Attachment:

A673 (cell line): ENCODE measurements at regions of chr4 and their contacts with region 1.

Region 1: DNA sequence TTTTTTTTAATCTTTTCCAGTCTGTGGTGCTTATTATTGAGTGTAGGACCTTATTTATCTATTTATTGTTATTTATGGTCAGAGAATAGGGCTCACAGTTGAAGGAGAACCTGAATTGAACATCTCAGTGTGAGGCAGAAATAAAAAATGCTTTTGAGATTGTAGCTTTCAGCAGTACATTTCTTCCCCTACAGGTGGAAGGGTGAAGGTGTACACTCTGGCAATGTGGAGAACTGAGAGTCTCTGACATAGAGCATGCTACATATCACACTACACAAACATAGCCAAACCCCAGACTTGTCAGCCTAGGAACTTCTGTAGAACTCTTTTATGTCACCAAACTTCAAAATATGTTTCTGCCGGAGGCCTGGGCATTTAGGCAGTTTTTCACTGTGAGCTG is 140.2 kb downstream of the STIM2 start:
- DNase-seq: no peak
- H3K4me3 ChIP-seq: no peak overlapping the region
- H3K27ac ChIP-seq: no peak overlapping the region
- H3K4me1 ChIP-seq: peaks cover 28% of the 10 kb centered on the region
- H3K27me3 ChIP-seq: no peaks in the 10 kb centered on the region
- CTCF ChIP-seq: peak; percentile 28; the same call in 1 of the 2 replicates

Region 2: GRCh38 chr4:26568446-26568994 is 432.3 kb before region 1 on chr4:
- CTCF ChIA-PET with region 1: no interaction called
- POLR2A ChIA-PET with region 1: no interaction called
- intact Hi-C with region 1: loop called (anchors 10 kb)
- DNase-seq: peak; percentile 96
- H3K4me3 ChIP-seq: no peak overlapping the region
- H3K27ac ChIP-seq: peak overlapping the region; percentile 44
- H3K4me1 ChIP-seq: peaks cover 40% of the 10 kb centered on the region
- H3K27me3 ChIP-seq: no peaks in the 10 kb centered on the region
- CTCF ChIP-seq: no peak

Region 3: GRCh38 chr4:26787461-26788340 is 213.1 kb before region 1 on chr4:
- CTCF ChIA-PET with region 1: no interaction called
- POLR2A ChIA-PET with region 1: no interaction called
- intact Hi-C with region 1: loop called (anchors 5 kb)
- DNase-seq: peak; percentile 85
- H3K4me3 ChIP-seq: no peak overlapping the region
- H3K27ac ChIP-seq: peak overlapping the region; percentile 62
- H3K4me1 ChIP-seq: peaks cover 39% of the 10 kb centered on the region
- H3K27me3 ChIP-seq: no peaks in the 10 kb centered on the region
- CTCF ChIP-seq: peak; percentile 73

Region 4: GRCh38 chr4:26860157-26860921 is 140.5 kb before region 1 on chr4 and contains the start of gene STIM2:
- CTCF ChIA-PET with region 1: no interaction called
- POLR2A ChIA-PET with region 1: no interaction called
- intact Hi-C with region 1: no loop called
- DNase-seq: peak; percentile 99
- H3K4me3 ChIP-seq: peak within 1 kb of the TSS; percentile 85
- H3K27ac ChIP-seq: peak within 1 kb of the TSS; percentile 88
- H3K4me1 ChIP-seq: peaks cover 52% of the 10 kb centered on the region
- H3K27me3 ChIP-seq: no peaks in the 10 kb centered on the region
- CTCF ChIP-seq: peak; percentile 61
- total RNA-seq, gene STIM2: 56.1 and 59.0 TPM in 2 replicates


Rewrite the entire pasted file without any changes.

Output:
A673 (cell line): ENCODE measurements at regions of chr4 and their contacts with region 1.

Region 1: DNA sequence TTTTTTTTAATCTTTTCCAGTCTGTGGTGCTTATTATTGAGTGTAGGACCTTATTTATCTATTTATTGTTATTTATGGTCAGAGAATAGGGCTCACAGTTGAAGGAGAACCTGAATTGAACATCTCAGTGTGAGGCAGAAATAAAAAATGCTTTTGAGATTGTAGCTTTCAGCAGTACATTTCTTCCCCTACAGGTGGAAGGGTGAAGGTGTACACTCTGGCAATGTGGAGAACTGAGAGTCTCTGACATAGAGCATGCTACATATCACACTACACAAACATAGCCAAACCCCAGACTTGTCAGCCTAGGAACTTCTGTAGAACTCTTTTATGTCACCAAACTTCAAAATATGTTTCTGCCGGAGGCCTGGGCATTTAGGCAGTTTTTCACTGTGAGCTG is 140.2 kb downstream of the STIM2 start:
- DNase-seq: no peak
- H3K4me3 ChIP-seq: no peak overlapping the region
- H3K27ac ChIP-seq: no peak overlapping the region
- H3K4me1 ChIP-seq: peaks cover 28% of the 10 kb centered on the region
- H3K27me3 ChIP-seq: no peaks in the 10 kb centered on the region
- CTCF ChIP-seq: peak; percentile 28; the same call in 1 of the 2 replicates

Region 2: GRCh38 chr4:26568446-26568994 is 432.3 kb before region 1 on chr4:
- CTCF ChIA-PET with region 1: no interaction called
- POLR2A ChIA-PET with region 1: no interaction called
- intact Hi-C with region 1: loop called (anchors 10 kb)
- DNase-seq: peak; percentile 96
- H3K4me3 ChIP-seq: no peak overlapping the region
- H3K27ac ChIP-seq: peak overlapping the region; percentile 44
- H3K4me1 ChIP-seq: peaks cover 40% of the 10 kb centered on the region
- H3K27me3 ChIP-seq: no peaks in the 10 kb centered on the region
- CTCF ChIP-seq: no peak

Region 3: GRCh38 chr4:26787461-26788340 is 213.1 kb before region 1 on chr4:
- CTCF ChIA-PET with region 1: no interaction called
- POLR2A ChIA-PET with region 1: no interaction called
- intact Hi-C with region 1: loop called (anchors 5 kb)
- DNase-seq: peak; percentile 85
- H3K4me3 ChIP-seq: no peak overlapping the region
- H3K27ac ChIP-seq: peak overlapping the region; percentile 62
- H3K4me1 ChIP-seq: peaks cover 39% of the 10 kb centered on the region
- H3K27me3 ChIP-seq: no peaks in the 10 kb centered on the region
- CTCF ChIP-seq: peak; percentile 73

Region 4: GRCh38 chr4:26860157-26860921 is 140.5 kb before region 1 on chr4 and contains the start of gene STIM2:
- CTCF ChIA-PET with region 1: no interaction called
- POLR2A ChIA-PET with region 1: no interaction called
- intact Hi-C with region 1: no loop called
- DNase-seq: peak; percentile 99
- H3K4me3 ChIP-seq: peak within 1 kb of the TSS; percentile 85
- H3K27ac ChIP-seq: peak within 1 kb of the TSS; percentile 88
- H3K4me1 ChIP-seq: peaks cover 52% of the 10 kb centered on the region
- H3K27me3 ChIP-seq: no peaks in the 10 kb centered on the region
- CTCF ChIP-seq: peak; percentile 61
- total RNA-seq, gene STIM2: 56.1 and 59.0 TPM in 2 replicates